Academic journal article The International Journal of Narrative Therapy and Community Work

Troublemaker Cards: Promoting the Language of Responsibility and Prevention in Men's Domestic Violence

Academic journal article The International Journal of Narrative Therapy and Community Work

Troublemaker Cards: Promoting the Language of Responsibility and Prevention in Men's Domestic Violence

Article excerpt

Contexts of accou ntability a nd responsibility

This paper discusses an innovation in working with men who use violence and abuse towards women in heterosexual relationships, also known as men's domestic violence. One of the pitfalls of working in this environment which practitioners and other public officers at times fall into is colluding with the man. In my understanding, while there is only some concern about practitioners and public officers colluding with men's irresponsible stories, what is of significant concern - but with very little attention paid to it - is the worker colluding with the man by reproducing the same culturally-sanctioned ideas of coercion and control the man has participated in. Ironically, in an attempt to avoid colluding with the man's irresponsible story and in the name of reducing violence, workers at times engage in practices of coercion and control with the aim to hold men to account for their actions. Alan Jenkins (1990, 2009) has led a discussion about the problems associated with this approach and suggests some very valuable alternatives. In borrowing some of his ideas, I have developed an approach that builds on these alternatives with men, with careful attention to second-story development, also known as re-authoring conversations (White, 1995).

The Troublemaker Cards I have developed to support this practice offer workers a practical approach to avoid colluding with coercion and control, while also avoiding irresponsible conversations. This resource facilitates a deconstructive, discursive, and responsible discussion with the man or men, which establishes a context for them to separate from the dominant ways of being and thinking that supports and justifies the abuse. These conversations also take the necessary steps towards men's accountability towards women and children1 as they come to know the effects of their abuse and develop proposals for future action (White, 1995).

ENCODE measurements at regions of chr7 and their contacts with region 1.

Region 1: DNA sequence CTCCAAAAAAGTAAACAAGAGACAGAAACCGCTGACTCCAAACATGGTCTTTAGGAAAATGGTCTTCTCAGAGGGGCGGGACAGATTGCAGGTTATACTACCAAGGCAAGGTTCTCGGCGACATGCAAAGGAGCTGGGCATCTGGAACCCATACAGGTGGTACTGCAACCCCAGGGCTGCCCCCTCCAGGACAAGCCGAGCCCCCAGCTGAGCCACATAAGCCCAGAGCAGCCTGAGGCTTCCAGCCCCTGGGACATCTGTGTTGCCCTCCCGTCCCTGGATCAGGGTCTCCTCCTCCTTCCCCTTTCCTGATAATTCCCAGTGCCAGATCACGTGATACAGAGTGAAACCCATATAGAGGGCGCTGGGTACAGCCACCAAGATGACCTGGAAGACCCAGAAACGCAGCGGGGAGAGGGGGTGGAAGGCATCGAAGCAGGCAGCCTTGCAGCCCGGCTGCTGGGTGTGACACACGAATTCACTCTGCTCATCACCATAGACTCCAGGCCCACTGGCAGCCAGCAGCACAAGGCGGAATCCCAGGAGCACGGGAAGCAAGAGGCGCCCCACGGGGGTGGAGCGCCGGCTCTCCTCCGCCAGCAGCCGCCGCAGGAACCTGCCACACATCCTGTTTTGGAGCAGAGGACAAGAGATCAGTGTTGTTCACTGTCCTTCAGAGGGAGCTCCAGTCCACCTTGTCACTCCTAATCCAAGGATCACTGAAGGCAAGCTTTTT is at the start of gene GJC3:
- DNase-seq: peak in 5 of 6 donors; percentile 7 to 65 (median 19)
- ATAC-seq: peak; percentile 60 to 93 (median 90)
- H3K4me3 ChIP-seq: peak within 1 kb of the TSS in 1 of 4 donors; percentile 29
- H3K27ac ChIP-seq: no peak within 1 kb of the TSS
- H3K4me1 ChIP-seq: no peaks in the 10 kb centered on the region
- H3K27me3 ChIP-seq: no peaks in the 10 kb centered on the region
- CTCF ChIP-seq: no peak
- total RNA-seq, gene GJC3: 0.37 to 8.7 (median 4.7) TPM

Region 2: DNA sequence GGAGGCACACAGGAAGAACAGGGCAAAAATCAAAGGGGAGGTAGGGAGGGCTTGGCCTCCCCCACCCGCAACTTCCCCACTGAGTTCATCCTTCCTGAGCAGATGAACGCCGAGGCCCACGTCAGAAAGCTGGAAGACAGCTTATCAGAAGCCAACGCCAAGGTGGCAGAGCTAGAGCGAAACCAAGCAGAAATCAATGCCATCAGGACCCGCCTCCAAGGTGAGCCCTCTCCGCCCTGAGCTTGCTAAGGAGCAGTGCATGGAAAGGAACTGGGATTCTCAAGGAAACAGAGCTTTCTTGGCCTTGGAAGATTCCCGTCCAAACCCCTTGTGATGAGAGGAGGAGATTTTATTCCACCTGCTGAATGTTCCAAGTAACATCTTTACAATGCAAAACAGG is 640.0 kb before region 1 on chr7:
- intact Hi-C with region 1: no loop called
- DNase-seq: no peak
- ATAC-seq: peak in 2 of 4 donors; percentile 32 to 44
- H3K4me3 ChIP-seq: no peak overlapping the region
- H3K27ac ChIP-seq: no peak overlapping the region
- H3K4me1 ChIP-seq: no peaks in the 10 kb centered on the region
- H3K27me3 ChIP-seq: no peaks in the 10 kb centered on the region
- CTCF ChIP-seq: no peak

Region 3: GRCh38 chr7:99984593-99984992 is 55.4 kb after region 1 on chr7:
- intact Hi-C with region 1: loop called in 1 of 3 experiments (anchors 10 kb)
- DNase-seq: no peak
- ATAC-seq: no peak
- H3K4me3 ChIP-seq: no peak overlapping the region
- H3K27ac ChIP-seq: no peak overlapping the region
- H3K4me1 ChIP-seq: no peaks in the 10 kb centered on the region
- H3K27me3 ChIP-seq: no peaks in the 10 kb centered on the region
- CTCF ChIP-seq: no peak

In this paper, I will outline the theory that supports the use of the Troublemaker Cards and how one might use the cards to answer questions such as, 'What restrains a man from having respectful relationships?' The language and attitude of externalising significantly supports these conversations, as this provides a distance between the man and the 'Troublemaker', assisting him in declaring a new relationship to it based on his preferences in relationships. My discussion below will predominantly be set in the group context; however, there is the possibility for using the cards in multiple contexts, such as with men individually as well as working with the women who resist violence.

Innovating Troublemaker Cards: How did they evolve? The idea of the Troublemakers were first introduced to me by my manager, Rob Andrew, who aligns himself with the traditions of narrative practices. It has been this collaboration with Rob and Glenda Dixon (also a narrative practitioner) that has seen this innovative project flourish. Having worked in the context of men's domestic violence groups for over twenty years, Rob developed the concept of Troublemakers based on what he had heard from the men in the groups and Alan Jenkins' (1990) ideas around restraints. For example, 'Self-centredness' and 'Entitlement' are both ideas that Alan Jenkins names as restraints, while 'Mr Fix-it' is a Troublemaker as named by men in the groups we have facilitated over the last two years.

Originally, the cards were named 'Restraints', but the term 'Troublemakers' was adopted as it was resonant for the men with whom we work and in line with ideas of non-expert local language. In my experience, men connect with the idea of a 'troublemaker', as it is a label commonly foisted on people, whether in a light-hearted fashion or not. With this in mind, instead of objectifying or pathologising people as troublemakers, we are objectifying and externalising the discursive practices and dominant ideas that become the problem, or Troublemaker. …

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